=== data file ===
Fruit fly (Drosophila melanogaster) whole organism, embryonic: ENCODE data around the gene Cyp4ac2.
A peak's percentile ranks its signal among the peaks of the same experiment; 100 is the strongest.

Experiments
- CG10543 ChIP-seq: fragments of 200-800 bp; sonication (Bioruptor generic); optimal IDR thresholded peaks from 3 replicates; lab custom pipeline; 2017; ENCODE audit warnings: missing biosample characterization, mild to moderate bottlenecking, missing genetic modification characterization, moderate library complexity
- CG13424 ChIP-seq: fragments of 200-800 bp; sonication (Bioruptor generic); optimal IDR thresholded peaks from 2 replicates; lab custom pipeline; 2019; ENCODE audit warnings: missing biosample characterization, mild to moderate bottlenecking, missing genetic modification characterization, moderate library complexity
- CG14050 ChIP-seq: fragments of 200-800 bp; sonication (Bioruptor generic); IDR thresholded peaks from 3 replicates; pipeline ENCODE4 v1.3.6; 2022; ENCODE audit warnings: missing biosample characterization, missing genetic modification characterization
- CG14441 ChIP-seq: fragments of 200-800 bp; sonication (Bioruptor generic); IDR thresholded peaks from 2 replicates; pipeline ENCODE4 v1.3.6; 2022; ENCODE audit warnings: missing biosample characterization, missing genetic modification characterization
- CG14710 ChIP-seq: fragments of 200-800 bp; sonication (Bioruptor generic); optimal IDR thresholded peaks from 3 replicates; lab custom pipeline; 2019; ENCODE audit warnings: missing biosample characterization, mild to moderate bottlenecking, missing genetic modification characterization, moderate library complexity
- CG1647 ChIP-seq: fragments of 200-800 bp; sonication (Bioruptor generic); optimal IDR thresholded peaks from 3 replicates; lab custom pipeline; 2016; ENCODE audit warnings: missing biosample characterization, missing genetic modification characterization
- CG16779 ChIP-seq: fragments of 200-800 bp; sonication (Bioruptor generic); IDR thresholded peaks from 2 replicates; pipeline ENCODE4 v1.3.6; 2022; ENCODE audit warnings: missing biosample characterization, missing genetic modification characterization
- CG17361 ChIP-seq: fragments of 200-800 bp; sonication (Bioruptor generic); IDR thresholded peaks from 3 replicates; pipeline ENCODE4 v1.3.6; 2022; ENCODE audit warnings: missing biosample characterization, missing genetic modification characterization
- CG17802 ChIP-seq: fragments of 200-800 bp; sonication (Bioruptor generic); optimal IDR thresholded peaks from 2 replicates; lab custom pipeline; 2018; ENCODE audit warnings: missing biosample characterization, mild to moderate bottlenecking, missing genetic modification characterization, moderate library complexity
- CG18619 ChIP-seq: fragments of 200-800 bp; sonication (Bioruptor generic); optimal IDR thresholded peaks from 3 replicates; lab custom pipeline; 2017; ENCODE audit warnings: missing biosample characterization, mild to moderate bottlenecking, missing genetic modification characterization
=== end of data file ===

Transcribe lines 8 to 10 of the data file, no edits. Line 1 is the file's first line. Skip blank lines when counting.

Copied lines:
- CG14710 ChIP-seq: fragments of 200-800 bp; sonication (Bioruptor generic); optimal IDR thresholded peaks from 3 replicates; lab custom pipeline; 2019; ENCODE audit warnings: missing biosample characterization, mild to moderate bottlenecking, missing genetic modification characterization, moderate library complexity
- CG1647 ChIP-seq: fragments of 200-800 bp; sonication (Bioruptor generic); optimal IDR thresholded peaks from 3 replicates; lab custom pipeline; 2016; ENCODE audit warnings: missing biosample characterization, missing genetic modification characterization
- CG16779 ChIP-seq: fragments of 200-800 bp; sonication (Bioruptor generic); IDR thresholded peaks from 2 replicates; pipeline ENCODE4 v1.3.6; 2022; ENCODE audit warnings: missing biosample characterization, missing genetic modification characterization